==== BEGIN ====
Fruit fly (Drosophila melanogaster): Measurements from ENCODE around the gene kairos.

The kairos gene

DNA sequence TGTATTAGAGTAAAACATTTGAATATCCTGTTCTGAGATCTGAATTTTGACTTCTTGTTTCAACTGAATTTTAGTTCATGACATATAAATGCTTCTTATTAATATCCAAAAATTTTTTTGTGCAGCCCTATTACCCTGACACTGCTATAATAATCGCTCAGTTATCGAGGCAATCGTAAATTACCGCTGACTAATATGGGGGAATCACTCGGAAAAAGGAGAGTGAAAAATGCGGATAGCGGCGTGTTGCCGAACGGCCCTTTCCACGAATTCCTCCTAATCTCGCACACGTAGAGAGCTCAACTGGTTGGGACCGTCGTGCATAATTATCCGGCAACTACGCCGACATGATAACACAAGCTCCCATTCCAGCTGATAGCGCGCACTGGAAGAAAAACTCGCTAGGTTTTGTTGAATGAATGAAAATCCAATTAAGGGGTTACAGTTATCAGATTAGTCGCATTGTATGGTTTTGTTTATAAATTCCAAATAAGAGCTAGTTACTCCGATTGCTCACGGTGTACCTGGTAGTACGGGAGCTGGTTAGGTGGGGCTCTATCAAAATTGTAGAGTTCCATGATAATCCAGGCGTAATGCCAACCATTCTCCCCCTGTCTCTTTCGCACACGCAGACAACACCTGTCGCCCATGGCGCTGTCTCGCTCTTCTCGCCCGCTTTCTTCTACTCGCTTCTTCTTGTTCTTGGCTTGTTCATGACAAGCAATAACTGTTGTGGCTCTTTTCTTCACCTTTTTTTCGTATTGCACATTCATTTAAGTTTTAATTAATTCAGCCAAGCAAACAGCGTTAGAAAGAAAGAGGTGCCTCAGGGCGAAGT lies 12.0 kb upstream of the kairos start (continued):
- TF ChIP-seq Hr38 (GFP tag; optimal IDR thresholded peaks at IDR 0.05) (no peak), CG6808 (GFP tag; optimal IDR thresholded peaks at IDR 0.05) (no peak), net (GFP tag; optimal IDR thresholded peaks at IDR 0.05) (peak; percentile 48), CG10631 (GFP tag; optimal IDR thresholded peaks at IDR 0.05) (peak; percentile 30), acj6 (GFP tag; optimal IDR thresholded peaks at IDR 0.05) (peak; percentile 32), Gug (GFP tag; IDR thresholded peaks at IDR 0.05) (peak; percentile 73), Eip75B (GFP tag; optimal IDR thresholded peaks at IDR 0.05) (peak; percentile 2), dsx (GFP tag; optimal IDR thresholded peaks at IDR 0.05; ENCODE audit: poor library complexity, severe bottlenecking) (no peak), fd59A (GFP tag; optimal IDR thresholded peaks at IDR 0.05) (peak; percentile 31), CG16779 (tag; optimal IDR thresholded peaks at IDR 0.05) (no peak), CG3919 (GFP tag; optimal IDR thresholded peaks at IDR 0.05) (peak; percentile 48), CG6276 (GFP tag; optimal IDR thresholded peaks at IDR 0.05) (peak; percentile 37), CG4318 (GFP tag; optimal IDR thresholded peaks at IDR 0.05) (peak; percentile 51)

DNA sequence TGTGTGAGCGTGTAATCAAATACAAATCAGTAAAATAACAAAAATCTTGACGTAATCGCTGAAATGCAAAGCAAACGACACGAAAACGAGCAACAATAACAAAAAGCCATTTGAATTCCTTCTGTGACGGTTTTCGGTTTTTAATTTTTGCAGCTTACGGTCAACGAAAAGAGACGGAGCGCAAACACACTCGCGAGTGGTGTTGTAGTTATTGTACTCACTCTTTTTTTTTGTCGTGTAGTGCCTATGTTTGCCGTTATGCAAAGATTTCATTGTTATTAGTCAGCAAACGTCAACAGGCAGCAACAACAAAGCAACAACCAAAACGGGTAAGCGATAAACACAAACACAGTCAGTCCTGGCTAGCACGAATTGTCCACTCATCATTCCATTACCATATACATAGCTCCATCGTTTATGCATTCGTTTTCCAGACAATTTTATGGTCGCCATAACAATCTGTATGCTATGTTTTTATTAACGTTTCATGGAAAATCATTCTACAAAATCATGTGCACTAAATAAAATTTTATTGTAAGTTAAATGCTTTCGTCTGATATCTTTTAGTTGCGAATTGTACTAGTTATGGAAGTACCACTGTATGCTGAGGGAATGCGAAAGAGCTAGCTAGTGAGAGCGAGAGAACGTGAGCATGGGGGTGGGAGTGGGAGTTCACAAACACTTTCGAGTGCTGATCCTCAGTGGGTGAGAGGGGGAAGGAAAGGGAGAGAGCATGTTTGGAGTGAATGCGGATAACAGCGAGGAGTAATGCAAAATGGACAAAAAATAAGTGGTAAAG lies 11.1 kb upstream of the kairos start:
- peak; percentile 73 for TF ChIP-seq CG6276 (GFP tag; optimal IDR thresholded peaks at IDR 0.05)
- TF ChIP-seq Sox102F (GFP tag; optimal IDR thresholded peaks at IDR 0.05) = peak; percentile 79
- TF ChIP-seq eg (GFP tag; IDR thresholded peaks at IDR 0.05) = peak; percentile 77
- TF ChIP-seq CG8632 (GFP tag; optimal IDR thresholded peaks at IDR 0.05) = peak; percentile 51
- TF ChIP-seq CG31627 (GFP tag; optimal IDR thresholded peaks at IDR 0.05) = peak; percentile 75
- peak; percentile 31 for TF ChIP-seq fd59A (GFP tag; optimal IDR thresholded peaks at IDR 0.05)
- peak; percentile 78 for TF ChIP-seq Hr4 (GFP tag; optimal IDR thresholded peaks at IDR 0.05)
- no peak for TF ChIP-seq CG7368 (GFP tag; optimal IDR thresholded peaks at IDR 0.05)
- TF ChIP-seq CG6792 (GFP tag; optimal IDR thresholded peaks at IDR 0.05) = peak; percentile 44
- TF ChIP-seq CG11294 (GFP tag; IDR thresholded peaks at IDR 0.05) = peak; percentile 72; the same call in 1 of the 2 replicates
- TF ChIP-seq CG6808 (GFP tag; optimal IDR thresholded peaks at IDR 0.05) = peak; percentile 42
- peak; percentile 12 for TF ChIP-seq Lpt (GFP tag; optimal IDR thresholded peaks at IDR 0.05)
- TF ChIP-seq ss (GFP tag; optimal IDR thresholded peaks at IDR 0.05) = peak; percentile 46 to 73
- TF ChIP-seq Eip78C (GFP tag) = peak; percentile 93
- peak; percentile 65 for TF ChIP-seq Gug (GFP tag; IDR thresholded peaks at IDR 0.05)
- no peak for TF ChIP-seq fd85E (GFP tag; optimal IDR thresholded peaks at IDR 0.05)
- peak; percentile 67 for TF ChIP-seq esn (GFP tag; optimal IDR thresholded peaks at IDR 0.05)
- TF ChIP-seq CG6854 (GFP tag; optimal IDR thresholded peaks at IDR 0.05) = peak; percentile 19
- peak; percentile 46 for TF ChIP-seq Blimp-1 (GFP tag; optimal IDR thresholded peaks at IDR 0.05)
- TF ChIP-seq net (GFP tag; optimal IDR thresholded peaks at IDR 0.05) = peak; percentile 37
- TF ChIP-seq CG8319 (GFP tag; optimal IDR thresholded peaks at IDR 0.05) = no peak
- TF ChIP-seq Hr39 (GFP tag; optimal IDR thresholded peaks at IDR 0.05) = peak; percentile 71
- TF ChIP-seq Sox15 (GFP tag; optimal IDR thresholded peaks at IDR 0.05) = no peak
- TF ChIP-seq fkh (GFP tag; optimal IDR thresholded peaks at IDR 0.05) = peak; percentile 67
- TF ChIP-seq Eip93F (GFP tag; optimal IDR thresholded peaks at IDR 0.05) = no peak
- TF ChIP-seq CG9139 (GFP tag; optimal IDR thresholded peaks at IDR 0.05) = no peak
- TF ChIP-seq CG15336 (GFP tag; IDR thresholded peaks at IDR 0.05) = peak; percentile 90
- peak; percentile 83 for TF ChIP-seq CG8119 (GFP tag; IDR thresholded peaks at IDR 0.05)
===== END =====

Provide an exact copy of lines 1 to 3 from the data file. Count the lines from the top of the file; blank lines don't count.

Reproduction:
Fruit fly (Drosophila melanogaster): Measurements from ENCODE around the gene kairos.

The kairos gene

DNA sequence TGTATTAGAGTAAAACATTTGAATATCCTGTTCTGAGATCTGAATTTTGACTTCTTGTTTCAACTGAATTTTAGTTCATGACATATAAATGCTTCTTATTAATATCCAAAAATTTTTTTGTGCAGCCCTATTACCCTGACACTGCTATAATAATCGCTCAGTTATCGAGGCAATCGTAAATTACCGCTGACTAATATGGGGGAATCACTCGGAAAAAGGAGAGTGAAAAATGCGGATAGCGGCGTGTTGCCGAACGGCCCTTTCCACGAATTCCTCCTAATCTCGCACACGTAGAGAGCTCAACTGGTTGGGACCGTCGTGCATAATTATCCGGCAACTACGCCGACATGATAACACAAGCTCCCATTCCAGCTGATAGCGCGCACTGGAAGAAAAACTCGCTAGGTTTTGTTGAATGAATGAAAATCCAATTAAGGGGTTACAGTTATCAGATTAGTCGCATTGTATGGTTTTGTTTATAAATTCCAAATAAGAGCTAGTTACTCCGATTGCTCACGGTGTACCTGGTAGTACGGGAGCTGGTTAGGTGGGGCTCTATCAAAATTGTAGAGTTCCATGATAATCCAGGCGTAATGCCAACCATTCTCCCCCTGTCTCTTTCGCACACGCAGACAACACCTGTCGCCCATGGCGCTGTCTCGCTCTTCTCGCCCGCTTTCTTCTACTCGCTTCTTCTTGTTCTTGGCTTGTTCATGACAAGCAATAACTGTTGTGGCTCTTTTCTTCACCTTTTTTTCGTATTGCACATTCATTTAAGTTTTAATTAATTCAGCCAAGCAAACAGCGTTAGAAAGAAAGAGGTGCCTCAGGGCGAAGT lies 12.0 kb upstream of the kairos start (continued):